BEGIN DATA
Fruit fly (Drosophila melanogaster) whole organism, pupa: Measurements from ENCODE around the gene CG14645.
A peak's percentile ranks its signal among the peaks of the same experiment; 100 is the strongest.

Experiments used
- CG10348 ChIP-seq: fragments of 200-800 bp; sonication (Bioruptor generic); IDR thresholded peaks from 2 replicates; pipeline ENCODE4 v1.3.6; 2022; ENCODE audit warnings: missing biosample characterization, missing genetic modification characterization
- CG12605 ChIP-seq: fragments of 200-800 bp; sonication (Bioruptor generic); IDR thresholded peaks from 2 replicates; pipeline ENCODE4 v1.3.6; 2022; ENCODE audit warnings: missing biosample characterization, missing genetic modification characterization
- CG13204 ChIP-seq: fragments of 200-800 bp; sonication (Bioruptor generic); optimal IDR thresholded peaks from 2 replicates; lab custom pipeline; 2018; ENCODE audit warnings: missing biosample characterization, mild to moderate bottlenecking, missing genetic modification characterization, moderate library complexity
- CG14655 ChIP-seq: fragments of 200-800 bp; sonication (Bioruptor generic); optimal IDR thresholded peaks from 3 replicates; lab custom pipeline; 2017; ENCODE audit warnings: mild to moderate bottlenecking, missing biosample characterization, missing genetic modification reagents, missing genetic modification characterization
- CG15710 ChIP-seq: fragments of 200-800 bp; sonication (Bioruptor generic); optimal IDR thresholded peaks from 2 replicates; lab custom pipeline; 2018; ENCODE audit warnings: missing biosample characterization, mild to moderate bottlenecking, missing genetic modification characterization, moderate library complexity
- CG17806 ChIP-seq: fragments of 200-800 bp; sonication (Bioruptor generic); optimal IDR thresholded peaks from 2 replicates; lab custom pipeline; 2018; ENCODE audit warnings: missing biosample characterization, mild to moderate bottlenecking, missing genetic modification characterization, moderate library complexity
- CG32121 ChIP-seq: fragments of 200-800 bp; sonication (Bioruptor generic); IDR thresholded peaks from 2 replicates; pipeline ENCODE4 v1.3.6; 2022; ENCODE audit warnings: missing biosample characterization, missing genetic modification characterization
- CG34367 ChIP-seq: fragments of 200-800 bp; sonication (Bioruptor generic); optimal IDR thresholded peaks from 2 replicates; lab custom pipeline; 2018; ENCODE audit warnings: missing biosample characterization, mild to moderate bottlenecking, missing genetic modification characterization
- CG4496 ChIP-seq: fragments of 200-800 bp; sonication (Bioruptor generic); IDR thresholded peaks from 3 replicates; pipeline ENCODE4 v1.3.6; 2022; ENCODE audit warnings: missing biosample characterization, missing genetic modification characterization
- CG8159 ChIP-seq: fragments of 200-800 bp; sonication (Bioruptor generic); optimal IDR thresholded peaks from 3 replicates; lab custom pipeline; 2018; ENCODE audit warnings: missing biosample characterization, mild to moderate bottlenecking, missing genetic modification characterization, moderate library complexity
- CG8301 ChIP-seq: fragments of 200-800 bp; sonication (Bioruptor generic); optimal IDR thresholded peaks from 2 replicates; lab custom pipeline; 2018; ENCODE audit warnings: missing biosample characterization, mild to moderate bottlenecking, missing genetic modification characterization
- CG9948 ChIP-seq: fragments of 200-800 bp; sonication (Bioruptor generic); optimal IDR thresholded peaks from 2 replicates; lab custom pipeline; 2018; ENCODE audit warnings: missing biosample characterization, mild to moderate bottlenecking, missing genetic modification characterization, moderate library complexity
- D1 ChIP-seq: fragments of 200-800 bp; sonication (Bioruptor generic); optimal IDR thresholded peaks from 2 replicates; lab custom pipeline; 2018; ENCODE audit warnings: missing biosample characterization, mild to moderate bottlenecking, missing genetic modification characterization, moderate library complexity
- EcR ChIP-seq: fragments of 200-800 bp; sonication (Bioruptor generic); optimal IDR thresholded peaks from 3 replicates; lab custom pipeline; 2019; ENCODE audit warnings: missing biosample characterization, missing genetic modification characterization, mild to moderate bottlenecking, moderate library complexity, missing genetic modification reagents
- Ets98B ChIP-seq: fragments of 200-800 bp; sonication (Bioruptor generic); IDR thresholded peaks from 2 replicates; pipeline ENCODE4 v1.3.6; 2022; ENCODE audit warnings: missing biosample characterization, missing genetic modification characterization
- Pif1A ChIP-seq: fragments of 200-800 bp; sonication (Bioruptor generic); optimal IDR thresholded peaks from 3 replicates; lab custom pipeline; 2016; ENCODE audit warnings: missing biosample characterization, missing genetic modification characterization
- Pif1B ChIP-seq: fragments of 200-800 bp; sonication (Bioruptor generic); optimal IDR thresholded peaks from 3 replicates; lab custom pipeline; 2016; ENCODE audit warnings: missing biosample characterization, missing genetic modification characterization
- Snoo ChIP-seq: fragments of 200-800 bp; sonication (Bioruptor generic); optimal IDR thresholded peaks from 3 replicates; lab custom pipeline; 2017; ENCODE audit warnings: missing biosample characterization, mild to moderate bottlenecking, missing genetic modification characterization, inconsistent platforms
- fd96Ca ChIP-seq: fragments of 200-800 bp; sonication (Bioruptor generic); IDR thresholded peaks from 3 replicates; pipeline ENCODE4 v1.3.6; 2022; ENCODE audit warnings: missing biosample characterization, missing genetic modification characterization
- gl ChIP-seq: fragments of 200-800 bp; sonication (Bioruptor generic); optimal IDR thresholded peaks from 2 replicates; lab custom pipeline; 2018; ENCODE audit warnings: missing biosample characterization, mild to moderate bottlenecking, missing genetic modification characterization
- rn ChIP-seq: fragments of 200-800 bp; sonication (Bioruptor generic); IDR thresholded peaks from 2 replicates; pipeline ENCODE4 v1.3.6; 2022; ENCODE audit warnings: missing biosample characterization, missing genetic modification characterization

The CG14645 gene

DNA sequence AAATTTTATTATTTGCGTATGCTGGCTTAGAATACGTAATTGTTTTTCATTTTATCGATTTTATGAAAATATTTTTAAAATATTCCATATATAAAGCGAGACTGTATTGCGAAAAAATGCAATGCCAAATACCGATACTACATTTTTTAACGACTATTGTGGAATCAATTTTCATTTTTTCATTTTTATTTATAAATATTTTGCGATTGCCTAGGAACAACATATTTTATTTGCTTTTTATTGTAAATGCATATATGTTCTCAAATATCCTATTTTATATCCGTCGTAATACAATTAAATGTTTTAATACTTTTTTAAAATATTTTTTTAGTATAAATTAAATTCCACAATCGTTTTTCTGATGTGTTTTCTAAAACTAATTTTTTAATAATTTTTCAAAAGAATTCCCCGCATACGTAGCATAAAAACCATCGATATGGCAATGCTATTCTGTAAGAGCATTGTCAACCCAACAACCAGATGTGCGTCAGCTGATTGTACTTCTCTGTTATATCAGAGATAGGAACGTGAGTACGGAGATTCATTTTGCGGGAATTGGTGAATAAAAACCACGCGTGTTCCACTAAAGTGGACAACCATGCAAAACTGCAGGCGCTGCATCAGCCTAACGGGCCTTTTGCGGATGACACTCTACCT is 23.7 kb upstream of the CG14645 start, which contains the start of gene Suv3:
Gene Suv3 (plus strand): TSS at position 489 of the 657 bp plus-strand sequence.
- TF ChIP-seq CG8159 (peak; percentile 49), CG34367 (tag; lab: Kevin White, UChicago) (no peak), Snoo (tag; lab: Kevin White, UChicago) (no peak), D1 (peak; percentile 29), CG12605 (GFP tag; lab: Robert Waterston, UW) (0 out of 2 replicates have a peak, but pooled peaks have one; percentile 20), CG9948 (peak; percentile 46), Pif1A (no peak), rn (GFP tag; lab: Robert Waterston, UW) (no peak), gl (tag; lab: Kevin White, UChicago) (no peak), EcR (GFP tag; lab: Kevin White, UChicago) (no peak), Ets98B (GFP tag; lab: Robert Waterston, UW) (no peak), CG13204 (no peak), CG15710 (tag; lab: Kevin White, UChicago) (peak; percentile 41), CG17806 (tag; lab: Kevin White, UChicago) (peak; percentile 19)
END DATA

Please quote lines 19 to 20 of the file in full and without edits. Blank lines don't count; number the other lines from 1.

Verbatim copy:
- Pif1A ChIP-seq: fragments of 200-800 bp; sonication (Bioruptor generic); optimal IDR thresholded peaks from 3 replicates; lab custom pipeline; 2016; ENCODE audit warnings: missing biosample characterization, missing genetic modification characterization
- Pif1B ChIP-seq: fragments of 200-800 bp; sonication (Bioruptor generic); optimal IDR thresholded peaks from 3 replicates; lab custom pipeline; 2016; ENCODE audit warnings: missing biosample characterization, missing genetic modification characterization